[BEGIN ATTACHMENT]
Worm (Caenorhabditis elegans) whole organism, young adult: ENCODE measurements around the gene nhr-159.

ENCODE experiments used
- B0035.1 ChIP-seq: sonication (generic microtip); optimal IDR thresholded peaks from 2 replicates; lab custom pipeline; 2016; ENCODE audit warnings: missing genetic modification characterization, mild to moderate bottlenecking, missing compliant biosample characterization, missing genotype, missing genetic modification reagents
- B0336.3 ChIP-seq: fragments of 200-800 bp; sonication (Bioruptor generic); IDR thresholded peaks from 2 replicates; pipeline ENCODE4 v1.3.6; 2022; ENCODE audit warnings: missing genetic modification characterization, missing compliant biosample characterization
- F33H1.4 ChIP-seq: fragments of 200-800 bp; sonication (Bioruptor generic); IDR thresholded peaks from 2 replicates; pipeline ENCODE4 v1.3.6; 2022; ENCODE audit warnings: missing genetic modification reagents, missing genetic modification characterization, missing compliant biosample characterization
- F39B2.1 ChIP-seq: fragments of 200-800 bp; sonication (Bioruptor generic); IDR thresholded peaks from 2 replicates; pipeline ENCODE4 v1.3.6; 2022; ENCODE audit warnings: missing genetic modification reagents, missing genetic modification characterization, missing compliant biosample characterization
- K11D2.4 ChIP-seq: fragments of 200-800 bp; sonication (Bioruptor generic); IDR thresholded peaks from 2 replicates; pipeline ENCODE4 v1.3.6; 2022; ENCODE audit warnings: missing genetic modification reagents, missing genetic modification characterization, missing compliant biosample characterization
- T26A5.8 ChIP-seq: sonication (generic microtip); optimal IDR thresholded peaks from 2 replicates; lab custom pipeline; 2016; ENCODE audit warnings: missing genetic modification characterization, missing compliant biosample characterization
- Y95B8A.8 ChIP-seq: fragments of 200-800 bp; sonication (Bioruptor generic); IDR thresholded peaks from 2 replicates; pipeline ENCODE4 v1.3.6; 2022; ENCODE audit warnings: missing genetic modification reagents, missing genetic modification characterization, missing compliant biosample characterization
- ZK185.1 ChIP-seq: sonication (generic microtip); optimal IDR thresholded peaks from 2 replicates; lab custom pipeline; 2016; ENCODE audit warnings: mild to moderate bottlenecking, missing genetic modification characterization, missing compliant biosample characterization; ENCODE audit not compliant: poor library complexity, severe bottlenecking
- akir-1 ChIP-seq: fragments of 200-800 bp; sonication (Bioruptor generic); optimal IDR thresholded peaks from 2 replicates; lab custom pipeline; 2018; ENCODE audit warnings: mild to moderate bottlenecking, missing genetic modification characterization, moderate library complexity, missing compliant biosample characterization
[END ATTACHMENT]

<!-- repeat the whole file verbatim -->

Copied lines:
Worm (Caenorhabditis elegans) whole organism, young adult: ENCODE measurements around the gene nhr-159.

ENCODE experiments used
- B0035.1 ChIP-seq: sonication (generic microtip); optimal IDR thresholded peaks from 2 replicates; lab custom pipeline; 2016; ENCODE audit warnings: missing genetic modification characterization, mild to moderate bottlenecking, missing compliant biosample characterization, missing genotype, missing genetic modification reagents
- B0336.3 ChIP-seq: fragments of 200-800 bp; sonication (Bioruptor generic); IDR thresholded peaks from 2 replicates; pipeline ENCODE4 v1.3.6; 2022; ENCODE audit warnings: missing genetic modification characterization, missing compliant biosample characterization
- F33H1.4 ChIP-seq: fragments of 200-800 bp; sonication (Bioruptor generic); IDR thresholded peaks from 2 replicates; pipeline ENCODE4 v1.3.6; 2022; ENCODE audit warnings: missing genetic modification reagents, missing genetic modification characterization, missing compliant biosample characterization
- F39B2.1 ChIP-seq: fragments of 200-800 bp; sonication (Bioruptor generic); IDR thresholded peaks from 2 replicates; pipeline ENCODE4 v1.3.6; 2022; ENCODE audit warnings: missing genetic modification reagents, missing genetic modification characterization, missing compliant biosample characterization
- K11D2.4 ChIP-seq: fragments of 200-800 bp; sonication (Bioruptor generic); IDR thresholded peaks from 2 replicates; pipeline ENCODE4 v1.3.6; 2022; ENCODE audit warnings: missing genetic modification reagents, missing genetic modification characterization, missing compliant biosample characterization
- T26A5.8 ChIP-seq: sonication (generic microtip); optimal IDR thresholded peaks from 2 replicates; lab custom pipeline; 2016; ENCODE audit warnings: missing genetic modification characterization, missing compliant biosample characterization
- Y95B8A.8 ChIP-seq: fragments of 200-800 bp; sonication (Bioruptor generic); IDR thresholded peaks from 2 replicates; pipeline ENCODE4 v1.3.6; 2022; ENCODE audit warnings: missing genetic modification reagents, missing genetic modification characterization, missing compliant biosample characterization
- ZK185.1 ChIP-seq: sonication (generic microtip); optimal IDR thresholded peaks from 2 replicates; lab custom pipeline; 2016; ENCODE audit warnings: mild to moderate bottlenecking, missing genetic modification characterization, missing compliant biosample characterization; ENCODE audit not compliant: poor library complexity, severe bottlenecking
- akir-1 ChIP-seq: fragments of 200-800 bp; sonication (Bioruptor generic); optimal IDR thresholded peaks from 2 replicates; lab custom pipeline; 2018; ENCODE audit warnings: mild to moderate bottlenecking, missing genetic modification characterization, moderate library complexity, missing compliant biosample characterization